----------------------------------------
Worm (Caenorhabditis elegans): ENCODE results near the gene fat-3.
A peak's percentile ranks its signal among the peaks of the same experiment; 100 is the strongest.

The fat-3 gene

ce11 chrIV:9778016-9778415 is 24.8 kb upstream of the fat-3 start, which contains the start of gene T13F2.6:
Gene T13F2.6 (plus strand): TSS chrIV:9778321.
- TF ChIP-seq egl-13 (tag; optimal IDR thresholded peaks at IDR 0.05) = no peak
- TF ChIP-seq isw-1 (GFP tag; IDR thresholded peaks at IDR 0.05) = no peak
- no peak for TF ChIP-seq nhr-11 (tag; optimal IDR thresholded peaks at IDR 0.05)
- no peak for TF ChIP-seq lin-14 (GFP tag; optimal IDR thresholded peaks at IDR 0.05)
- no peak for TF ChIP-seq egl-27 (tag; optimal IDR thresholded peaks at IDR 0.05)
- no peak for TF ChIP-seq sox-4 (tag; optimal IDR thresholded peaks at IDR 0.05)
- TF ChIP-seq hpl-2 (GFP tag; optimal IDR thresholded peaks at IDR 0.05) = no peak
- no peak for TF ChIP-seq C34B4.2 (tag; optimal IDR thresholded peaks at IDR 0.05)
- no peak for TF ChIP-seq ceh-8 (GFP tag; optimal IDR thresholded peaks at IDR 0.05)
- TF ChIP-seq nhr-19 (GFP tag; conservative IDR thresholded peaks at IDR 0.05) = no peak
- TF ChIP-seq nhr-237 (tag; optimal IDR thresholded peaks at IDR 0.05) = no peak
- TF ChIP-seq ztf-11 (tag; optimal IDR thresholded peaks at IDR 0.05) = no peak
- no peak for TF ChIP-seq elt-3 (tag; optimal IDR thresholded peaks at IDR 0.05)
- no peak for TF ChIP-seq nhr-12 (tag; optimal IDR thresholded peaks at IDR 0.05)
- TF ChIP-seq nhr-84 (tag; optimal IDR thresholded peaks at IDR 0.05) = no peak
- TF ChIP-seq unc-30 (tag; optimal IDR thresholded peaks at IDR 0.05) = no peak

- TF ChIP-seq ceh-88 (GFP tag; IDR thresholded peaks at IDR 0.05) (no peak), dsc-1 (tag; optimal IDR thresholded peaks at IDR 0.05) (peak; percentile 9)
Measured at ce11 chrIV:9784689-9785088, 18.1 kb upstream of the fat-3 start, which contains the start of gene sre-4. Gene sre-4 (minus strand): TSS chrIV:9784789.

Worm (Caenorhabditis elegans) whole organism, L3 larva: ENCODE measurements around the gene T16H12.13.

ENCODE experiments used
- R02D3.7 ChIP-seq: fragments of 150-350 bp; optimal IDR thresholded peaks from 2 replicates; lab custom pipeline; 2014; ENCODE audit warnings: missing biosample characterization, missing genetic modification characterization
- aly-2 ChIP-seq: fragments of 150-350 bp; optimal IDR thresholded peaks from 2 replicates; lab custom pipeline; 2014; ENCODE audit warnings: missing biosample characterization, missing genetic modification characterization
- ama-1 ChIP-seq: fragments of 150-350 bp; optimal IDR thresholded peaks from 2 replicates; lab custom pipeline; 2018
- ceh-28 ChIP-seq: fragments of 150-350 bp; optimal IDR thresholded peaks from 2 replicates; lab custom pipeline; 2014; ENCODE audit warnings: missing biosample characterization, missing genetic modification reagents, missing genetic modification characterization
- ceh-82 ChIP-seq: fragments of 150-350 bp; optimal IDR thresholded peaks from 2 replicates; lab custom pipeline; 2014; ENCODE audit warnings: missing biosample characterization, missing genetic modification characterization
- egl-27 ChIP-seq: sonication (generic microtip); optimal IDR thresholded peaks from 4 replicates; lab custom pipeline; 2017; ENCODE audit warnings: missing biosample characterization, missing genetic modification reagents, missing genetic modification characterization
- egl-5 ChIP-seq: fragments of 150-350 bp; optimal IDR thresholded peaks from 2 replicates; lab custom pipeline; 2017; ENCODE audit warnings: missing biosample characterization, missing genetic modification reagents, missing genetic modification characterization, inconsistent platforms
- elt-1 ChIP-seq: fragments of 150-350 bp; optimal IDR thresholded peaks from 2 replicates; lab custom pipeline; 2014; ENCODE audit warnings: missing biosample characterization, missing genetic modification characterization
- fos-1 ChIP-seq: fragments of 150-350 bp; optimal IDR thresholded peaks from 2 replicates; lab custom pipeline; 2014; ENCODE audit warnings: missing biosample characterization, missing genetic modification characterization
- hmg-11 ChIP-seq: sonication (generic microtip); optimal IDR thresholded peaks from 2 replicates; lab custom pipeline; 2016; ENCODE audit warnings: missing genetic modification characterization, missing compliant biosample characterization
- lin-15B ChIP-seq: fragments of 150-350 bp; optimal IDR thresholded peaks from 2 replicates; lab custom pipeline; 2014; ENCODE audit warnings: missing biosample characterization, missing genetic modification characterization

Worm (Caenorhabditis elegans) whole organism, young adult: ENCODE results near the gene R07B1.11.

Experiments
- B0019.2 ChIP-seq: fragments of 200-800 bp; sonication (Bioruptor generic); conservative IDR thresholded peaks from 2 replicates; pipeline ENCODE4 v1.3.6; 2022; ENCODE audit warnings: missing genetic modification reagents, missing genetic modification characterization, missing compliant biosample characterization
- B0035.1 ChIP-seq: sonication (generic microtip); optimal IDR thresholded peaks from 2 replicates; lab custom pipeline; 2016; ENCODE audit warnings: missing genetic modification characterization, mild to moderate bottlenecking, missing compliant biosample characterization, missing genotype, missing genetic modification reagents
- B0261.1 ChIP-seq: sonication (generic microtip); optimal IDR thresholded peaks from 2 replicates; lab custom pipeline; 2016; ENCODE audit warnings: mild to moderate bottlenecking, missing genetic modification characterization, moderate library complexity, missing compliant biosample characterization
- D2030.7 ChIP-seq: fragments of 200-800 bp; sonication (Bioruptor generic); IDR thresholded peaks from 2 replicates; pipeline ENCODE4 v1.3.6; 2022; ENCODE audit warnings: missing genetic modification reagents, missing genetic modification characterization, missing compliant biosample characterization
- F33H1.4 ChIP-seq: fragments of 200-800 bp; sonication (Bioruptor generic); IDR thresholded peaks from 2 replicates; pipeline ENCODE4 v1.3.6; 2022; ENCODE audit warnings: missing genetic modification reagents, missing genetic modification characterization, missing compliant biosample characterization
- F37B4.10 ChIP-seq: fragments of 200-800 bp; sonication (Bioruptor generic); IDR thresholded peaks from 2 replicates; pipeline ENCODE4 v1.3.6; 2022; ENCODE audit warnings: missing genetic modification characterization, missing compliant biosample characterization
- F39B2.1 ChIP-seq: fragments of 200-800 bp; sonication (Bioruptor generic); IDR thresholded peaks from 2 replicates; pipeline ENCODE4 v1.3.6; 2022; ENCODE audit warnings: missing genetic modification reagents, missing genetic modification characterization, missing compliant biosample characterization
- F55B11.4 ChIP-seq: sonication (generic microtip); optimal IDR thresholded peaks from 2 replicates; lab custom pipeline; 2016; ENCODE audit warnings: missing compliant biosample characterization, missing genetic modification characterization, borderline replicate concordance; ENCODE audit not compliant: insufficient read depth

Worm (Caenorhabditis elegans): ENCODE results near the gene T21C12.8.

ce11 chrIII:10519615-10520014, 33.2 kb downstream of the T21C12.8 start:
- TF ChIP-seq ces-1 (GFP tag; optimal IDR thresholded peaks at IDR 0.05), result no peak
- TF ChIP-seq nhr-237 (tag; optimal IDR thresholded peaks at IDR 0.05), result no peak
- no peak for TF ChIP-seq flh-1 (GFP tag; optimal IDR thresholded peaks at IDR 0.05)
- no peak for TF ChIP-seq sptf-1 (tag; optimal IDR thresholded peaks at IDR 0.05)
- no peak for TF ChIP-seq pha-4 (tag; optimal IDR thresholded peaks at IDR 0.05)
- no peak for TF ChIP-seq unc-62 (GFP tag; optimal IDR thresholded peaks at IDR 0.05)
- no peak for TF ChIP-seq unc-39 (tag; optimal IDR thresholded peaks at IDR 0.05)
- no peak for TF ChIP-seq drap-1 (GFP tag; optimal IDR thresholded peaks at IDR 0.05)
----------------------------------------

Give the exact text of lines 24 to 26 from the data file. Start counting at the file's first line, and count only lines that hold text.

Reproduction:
Worm (Caenorhabditis elegans) whole organism, L3 larva: ENCODE measurements around the gene T16H12.13.

ENCODE experiments used
- R02D3.7 ChIP-seq: fragments of 150-350 bp; optimal IDR thresholded peaks from 2 replicates; lab custom pipeline; 2014; ENCODE audit warnings: missing biosample characterization, missing genetic modification characterization